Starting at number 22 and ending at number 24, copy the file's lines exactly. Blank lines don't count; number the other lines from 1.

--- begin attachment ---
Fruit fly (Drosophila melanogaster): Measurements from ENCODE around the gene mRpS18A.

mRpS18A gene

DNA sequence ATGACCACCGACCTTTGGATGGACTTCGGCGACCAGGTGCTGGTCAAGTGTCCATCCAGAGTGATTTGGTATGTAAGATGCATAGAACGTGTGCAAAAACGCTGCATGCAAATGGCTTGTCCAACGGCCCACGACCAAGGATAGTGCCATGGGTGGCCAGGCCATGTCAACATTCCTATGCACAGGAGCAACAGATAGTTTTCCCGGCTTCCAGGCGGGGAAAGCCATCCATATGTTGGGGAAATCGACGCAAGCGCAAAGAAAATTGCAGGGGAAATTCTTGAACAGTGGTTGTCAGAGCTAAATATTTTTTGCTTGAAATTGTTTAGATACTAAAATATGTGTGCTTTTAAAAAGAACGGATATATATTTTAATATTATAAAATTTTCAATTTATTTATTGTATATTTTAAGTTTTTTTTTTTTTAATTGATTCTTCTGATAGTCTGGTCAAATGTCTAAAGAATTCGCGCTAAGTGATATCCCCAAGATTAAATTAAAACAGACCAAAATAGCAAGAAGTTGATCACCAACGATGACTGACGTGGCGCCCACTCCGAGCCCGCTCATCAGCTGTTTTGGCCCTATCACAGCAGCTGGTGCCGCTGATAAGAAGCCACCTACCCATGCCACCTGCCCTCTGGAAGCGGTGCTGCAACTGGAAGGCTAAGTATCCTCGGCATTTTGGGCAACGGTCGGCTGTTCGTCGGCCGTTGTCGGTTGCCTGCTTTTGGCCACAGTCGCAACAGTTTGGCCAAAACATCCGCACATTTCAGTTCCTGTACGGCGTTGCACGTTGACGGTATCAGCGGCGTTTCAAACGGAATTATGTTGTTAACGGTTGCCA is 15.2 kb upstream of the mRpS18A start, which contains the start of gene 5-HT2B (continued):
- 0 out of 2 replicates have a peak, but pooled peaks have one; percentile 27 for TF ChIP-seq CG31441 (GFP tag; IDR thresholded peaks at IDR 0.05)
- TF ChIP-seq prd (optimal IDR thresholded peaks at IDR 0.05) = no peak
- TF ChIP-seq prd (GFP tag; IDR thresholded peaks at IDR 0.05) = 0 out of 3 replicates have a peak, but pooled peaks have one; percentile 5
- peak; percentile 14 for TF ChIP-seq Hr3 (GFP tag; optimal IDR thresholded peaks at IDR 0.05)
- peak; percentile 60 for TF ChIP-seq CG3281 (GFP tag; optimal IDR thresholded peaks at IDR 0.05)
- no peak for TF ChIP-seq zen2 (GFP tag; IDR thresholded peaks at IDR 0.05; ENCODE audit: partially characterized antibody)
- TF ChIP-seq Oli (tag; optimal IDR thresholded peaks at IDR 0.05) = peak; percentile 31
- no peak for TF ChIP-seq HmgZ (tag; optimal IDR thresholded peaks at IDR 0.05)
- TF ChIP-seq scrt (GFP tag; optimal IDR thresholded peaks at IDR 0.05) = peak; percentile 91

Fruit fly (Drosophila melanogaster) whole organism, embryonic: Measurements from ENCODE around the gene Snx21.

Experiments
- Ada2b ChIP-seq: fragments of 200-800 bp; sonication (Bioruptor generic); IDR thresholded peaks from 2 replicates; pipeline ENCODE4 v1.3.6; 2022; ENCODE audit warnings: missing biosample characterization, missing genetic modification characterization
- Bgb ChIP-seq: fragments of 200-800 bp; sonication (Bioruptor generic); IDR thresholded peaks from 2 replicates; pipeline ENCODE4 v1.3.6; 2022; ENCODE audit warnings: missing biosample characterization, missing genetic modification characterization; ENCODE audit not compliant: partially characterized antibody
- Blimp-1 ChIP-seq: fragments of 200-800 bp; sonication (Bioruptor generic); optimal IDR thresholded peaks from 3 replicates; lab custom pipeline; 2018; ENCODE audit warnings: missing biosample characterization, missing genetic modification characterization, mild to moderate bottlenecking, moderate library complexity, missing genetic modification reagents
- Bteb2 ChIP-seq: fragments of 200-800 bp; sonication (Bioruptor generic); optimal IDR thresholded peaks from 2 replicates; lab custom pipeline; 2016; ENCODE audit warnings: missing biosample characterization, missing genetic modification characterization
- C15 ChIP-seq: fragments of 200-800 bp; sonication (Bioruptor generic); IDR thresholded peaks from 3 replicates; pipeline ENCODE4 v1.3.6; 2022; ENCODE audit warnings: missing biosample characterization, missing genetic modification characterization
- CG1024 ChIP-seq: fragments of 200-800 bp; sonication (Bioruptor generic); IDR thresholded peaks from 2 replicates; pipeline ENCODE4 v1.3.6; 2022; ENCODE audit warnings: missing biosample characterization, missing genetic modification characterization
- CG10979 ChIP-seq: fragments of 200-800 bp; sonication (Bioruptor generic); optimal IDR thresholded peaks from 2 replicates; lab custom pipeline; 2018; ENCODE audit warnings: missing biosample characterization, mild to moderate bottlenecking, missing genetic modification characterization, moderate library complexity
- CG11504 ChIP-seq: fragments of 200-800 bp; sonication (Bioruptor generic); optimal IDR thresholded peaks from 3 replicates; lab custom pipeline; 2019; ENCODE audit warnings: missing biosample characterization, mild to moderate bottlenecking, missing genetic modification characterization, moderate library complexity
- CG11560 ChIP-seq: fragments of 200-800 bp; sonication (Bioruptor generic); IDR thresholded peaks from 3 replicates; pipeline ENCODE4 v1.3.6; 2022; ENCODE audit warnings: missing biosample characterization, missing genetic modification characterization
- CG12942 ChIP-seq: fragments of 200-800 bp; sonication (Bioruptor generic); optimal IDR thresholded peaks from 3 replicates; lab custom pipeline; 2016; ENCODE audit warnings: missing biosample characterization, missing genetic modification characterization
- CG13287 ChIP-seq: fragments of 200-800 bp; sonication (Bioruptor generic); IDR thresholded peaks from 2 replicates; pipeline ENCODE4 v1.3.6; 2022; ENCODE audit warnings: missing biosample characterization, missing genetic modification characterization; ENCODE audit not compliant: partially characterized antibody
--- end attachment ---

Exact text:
- CG11504 ChIP-seq: fragments of 200-800 bp; sonication (Bioruptor generic); optimal IDR thresholded peaks from 3 replicates; lab custom pipeline; 2019; ENCODE audit warnings: missing biosample characterization, mild to moderate bottlenecking, missing genetic modification characterization, moderate library complexity
- CG11560 ChIP-seq: fragments of 200-800 bp; sonication (Bioruptor generic); IDR thresholded peaks from 3 replicates; pipeline ENCODE4 v1.3.6; 2022; ENCODE audit warnings: missing biosample characterization, missing genetic modification characterization
- CG12942 ChIP-seq: fragments of 200-800 bp; sonication (Bioruptor generic); optimal IDR thresholded peaks from 3 replicates; lab custom pipeline; 2016; ENCODE audit warnings: missing biosample characterization, missing genetic modification characterization